# Docker Installation

Docker (opens new window) is a quick and simple way to download and start automating with n8n. By using Docker you are able to:

  • Install to a pristine environment
  • Easily install and run your preferred database with n8n
  • Enjoy a quick and simplified installation experience regardless of your OS

# Prerequisites

Before proceeding ensure that you have installed Docker Desktop (opens new window).

💡 Linux Users

Docker Desktop is only available for Mac and Windows. You must install Docker Engine (opens new window) and Docker Compose (opens new window) individually for your distribution.

# Starting n8n

From your terminal, run:

docker run -it --rm \
	--name n8n \
	-p 5678:5678 \
	-v ~/.n8n:/home/node/.n8n \
	n8nio/n8n

This command will download all required n8n images and start your container, exposed on port 5678. So that all your data is not lost when you stop the container, it also mounts a local directory, .n8n, to persist your data locally.

You can then access n8n by opening: http://localhost:5678 (opens new window)

# Using alternate databases

By default n8n uses SQLite to save credentials, past executions and workflows. n8n also supports PostgresDB, MySQL and MariaDB, configurable via environment variables as detailed below.

It is important to still persist data in the /root/.n8n folder as it contains n8n user data and even more importantly the encryption key for credentials. It is also the name of the webhook when the n8n tunnel is used.

If no directory is found, n8n creates automatically one on startup. In this case, existing credentials saved with a different encryption key can not be used anymore.

💡 Keep in mind

Persisting the /root/.n8n directory even when using alternate databases is the recommended best practice, but not explicitly required. The encryption key can be provided via the N8N_ENCRYPTION_KEY environment variable.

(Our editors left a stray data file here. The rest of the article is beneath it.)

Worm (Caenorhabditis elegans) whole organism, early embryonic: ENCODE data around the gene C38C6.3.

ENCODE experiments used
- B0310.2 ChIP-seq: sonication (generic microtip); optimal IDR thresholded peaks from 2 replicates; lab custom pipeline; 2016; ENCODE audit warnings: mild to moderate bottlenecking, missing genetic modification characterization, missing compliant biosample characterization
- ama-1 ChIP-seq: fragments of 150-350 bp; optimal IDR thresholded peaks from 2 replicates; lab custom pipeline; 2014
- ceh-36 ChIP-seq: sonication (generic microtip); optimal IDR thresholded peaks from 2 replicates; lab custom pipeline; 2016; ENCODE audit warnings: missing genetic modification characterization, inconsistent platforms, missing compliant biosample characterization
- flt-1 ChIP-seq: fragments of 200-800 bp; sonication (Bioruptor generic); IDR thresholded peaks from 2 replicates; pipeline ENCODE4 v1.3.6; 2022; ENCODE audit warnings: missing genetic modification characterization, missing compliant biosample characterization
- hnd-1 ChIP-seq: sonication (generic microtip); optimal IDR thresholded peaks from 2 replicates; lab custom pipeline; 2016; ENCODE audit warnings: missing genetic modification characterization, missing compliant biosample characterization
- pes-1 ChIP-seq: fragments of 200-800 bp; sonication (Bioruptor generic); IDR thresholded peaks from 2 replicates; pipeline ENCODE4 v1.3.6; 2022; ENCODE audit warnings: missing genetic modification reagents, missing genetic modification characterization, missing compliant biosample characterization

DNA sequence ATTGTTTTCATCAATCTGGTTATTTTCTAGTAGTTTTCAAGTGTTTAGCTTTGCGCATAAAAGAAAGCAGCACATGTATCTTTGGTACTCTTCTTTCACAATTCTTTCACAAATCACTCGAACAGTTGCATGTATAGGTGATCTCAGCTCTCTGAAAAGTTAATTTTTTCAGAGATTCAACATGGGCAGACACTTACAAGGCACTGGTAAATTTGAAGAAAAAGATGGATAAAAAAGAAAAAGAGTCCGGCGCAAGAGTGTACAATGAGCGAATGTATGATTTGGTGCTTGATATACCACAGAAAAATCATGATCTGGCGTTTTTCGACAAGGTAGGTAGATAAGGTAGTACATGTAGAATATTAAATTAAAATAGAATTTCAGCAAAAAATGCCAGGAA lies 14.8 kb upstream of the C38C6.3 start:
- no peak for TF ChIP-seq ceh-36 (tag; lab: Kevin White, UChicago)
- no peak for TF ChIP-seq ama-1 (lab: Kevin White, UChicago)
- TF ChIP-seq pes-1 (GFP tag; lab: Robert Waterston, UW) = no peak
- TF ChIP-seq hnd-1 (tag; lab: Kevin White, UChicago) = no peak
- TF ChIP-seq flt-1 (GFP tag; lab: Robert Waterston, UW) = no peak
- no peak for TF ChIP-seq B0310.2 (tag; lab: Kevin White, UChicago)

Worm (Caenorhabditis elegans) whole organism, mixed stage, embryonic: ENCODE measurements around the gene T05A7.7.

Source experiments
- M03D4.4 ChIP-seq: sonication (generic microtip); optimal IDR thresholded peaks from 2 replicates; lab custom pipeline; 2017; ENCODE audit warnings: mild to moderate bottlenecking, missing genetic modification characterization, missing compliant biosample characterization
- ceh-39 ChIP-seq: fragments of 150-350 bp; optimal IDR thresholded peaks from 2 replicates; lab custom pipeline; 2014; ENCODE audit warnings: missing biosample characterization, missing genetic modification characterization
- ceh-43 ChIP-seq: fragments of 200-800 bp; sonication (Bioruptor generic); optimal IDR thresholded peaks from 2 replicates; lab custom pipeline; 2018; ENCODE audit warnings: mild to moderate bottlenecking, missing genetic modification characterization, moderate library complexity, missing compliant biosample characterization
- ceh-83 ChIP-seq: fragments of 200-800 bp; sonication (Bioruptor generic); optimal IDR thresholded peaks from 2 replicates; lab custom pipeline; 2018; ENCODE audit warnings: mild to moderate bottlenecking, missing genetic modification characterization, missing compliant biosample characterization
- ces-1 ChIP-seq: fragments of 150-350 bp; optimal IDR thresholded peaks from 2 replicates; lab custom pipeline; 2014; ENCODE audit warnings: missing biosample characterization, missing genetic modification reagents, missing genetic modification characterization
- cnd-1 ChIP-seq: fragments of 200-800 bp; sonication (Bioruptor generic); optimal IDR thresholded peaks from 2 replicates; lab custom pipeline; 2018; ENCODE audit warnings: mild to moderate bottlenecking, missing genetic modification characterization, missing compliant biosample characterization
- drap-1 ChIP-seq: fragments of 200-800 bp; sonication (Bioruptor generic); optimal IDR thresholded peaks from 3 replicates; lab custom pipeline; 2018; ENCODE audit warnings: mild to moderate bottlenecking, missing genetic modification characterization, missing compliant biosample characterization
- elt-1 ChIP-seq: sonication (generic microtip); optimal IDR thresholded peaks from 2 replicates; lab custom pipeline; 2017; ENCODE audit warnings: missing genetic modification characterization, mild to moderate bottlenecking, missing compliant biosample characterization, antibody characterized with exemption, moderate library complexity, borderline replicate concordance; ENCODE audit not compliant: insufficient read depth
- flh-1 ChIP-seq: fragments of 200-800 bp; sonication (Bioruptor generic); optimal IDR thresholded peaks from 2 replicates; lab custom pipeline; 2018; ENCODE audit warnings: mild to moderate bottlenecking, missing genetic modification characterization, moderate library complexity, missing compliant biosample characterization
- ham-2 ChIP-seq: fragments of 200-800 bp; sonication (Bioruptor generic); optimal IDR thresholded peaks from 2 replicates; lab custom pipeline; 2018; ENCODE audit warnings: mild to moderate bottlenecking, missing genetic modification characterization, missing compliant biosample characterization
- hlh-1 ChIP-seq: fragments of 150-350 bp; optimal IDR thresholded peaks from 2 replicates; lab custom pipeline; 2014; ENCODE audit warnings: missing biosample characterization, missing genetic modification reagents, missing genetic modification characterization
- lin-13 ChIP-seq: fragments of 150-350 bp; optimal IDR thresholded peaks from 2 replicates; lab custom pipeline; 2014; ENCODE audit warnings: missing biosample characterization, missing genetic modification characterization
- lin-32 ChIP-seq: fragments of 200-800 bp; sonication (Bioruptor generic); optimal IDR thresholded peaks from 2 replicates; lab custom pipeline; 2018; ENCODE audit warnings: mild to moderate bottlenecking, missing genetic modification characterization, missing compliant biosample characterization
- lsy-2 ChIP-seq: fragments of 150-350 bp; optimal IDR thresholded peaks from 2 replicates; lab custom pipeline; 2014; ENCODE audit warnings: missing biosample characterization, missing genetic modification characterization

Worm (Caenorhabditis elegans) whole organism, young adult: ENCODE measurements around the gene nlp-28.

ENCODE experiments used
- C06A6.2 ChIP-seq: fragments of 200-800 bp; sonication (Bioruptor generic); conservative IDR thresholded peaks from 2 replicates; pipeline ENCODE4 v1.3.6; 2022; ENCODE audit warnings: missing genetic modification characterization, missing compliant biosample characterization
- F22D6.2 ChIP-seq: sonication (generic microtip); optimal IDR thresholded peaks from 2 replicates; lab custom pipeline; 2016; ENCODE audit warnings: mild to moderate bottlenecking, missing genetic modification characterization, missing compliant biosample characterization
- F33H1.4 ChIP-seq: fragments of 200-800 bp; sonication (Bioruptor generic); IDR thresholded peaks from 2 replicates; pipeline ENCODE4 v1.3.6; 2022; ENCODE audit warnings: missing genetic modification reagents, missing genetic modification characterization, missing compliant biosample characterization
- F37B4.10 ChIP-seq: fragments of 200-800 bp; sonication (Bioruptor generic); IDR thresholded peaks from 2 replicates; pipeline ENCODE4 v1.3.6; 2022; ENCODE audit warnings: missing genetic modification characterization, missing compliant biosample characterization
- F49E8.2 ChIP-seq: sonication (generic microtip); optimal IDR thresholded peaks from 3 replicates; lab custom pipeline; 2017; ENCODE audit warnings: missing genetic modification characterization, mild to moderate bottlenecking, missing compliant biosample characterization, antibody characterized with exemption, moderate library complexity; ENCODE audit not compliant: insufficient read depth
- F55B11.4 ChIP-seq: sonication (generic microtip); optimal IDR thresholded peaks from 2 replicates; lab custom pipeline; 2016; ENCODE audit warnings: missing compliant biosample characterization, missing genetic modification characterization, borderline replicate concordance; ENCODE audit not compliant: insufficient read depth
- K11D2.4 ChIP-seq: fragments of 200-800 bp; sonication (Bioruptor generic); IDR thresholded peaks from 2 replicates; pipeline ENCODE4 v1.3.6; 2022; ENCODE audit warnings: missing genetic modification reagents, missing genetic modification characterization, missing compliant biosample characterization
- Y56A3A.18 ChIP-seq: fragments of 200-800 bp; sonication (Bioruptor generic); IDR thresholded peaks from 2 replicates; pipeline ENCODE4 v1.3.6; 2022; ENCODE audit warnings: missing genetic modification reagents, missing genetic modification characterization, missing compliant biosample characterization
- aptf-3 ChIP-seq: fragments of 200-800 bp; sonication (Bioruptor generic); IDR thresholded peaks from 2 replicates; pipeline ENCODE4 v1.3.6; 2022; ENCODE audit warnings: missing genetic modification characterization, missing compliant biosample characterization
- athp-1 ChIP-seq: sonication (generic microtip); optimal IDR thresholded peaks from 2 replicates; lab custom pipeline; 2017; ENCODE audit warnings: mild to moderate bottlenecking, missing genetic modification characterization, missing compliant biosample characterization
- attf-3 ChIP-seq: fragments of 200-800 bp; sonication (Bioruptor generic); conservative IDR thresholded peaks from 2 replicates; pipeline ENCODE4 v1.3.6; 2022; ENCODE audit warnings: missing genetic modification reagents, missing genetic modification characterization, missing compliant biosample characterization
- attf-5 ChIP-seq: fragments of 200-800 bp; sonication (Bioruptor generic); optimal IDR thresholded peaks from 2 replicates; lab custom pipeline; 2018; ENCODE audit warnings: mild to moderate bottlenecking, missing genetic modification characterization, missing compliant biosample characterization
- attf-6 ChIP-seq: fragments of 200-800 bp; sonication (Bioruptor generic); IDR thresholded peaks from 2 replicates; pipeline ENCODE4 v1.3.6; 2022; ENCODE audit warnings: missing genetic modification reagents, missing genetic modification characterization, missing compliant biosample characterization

# PostgresDB

To use n8n with Postgres, provide the corresponding configuration:

docker run -it --rm \
	--name n8n \
	-p 5678:5678 \
	-e DB_TYPE=postgresdb \
	-e DB_POSTGRESDB_DATABASE=<POSTGRES_DATABASE> \
	-e DB_POSTGRESDB_HOST=<POSTGRES_HOST> \
	-e DB_POSTGRESDB_PORT=<POSTGRES_PORT> \
	-e DB_POSTGRESDB_USER=<POSTGRES_USER> \
	-e DB_POSTGRESDB_SCHEMA=<POSTGRES_SCHEMA> \
	-e DB_POSTGRESDB_PASSWORD=<POSTGRES_PASSWORD> \
	-v ~/.n8n:/home/node/.n8n \
	n8nio/n8n \
	n8n start

A complete docker-compose file for Postgres can be found here (opens new window).

# MySQL

To use n8n with MySQL, provide the corresponding configuration:

docker run -it --rm \
	--name n8n \
	-p 5678:5678 \
	-e DB_TYPE=mysqldb \
	-e DB_MYSQLDB_DATABASE=<MYSQLDB_DATABASE> \
	-e DB_MYSQLDB_HOST=<MYSQLDB_HOST> \
	-e DB_MYSQLDB_PORT=<MYSQLDB_PORT> \
	-e DB_MYSQLDB_USER=<MYSQLDB_USER> \
	-e DB_MYSQLDB_PASSWORD=<MYSQLDB_PASSWORD> \
	-v ~/.n8n:/home/node/.n8n \
	n8nio/n8n \
	n8n start

# Setting timezone

To define the timezone n8n should use, the environment variable GENERIC_TIMEZONE can be set. This gets used by schedule based nodes such as the Cron node.

The timezone of the system can also be set separately. This controls what some scripts and commands return like $ date. The system timezone can be set via the environment variable TZ.

Example using the same timezone for both:

docker run -it --rm \
	--name n8n \
	-p 5678:5678 \
	-e GENERIC_TIMEZONE="Europe/Berlin" \
	-e TZ="Europe/Berlin" \
	n8nio/n8n

# Further reading

More information about Docker setup can be found in the README file of the Docker Image (opens new window).